For the last few months, the sheriff and some leading Republicans in Josephine County have been pushing hard for a small tax increase dedicated entirely to law enforcement. No increase, the sheriff said, and he’d have to reduce the number of jail prisoners from 90 to 30 and fire 70 deputies and staff. He’d have three contract deputies to patrol an entire county. No court security – no detectives – fewer prosecutors. A few weeks ago, voters said “NO INCREASE” at the polls by a large margin. The pink slips have gone out. Property and other “minor” crime lawbreakers are getting tickets and a pass. Permit applications for concealed weapons permits are skyrocketing. What now, Josephine County?
Lane County is hurting. Jail and court operations curtailed. Dozens of prisoners turned loose. Lane D.A. Alex Gardner says “”It’ll really be the Wild West here” meaning more lawbreakers on the street. Lane, Jackson and Coos Counties are cutting in all areas.
Curry County planned to go to voters for a local sales tax in a few months and had already told the State of Oregon it would go broke without it. But remember that consumer-surprise delayed electric rate story? And the vote in Josephine County? Curry has no savings account. In a county with a population of about 25,000 or so, who’s gonna pay? And how much? And now this. NEWS FLASH: In the primary election a few weeks back, the two commissioners who proposed the local tax vote earlier this year – just proposed a vote – were defeated in their primaries this month. Defeated badly!
It is no overstatement to say the conservative nature of politics in SW Oregon, the isolation, the end of a long-standing federal support program and local dependence on what are now more limited natural resources have combined in something of a “perfect storm.” And all of that is playing out around a sizeable population of people who live here just for that isolation and who want to be “off the radar.” They are not highly sociable – not joiners – not part of the folks who do the volunteer and other tasks necessary to make a community close. And they hate taxes of any kind!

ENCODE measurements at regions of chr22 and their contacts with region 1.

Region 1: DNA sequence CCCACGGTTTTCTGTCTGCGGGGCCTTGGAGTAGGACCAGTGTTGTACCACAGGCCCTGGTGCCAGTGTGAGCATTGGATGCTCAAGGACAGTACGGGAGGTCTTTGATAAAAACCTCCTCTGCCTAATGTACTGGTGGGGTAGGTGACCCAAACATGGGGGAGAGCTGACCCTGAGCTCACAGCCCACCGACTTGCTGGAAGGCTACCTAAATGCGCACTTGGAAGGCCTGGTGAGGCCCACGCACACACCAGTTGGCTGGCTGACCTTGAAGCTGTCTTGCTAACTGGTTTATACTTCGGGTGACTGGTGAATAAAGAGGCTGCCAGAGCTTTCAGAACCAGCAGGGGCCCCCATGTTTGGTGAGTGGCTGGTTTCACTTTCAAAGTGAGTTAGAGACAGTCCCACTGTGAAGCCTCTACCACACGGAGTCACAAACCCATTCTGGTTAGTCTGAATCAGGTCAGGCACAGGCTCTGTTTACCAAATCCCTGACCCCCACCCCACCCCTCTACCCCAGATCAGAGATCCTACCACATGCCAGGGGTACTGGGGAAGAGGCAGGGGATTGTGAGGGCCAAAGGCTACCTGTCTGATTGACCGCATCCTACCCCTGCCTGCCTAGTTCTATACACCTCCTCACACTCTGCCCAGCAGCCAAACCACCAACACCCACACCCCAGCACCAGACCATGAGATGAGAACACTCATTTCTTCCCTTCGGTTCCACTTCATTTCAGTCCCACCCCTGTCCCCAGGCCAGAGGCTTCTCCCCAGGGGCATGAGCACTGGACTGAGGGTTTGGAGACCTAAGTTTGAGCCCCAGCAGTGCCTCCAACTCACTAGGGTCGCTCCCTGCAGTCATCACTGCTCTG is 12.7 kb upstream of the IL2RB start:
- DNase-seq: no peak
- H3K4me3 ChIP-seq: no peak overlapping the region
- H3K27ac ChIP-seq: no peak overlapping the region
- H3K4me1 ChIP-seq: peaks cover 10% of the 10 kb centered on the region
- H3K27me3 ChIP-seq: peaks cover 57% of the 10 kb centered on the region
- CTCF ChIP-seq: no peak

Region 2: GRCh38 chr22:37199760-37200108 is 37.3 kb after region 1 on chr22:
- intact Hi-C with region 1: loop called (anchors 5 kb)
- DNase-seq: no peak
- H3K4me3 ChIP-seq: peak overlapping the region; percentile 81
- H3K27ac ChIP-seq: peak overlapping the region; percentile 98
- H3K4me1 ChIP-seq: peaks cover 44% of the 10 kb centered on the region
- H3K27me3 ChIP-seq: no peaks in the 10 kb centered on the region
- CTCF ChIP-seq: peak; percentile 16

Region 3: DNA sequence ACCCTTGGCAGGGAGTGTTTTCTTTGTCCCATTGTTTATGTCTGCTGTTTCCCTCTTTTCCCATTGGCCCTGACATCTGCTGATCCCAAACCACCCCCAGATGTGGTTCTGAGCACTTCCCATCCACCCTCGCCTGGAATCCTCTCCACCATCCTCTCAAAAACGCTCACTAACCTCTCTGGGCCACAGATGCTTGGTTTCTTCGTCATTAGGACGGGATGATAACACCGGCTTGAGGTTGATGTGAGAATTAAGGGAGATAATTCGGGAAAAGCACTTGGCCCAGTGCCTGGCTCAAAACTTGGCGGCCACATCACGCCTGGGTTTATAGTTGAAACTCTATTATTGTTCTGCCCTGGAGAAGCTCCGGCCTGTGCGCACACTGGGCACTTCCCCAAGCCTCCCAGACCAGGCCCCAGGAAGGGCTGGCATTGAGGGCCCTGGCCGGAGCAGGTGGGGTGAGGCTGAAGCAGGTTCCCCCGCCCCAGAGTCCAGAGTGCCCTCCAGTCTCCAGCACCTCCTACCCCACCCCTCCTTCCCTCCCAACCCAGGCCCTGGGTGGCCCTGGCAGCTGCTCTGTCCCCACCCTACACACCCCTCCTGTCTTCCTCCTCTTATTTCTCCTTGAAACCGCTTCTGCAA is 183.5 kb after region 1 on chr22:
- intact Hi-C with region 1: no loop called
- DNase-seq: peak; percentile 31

Though sprouts of green are showing up in the nation’s economy, we’re hurting here in SW Oregon. A unique set of circumstances – combined with an isolationist mind-set of far too many folks – is creating more problems than solutions. I don’t hear a lot of “let’s-get-our-shoulders-to-the wheel-and-get-back-on-the-road” talk. We’re seeing more folks at local food distribution centers even though things may be getting better in Seattle and Omaha and Cleveland. Too many people who should be in jail around here are not. And some of the laid-off people responsible for putting them there are leaving.
If none of this applies to conditions where you are, I’m happy for you. But these are the conditions in our neighborhood. And it’s gonna get worse.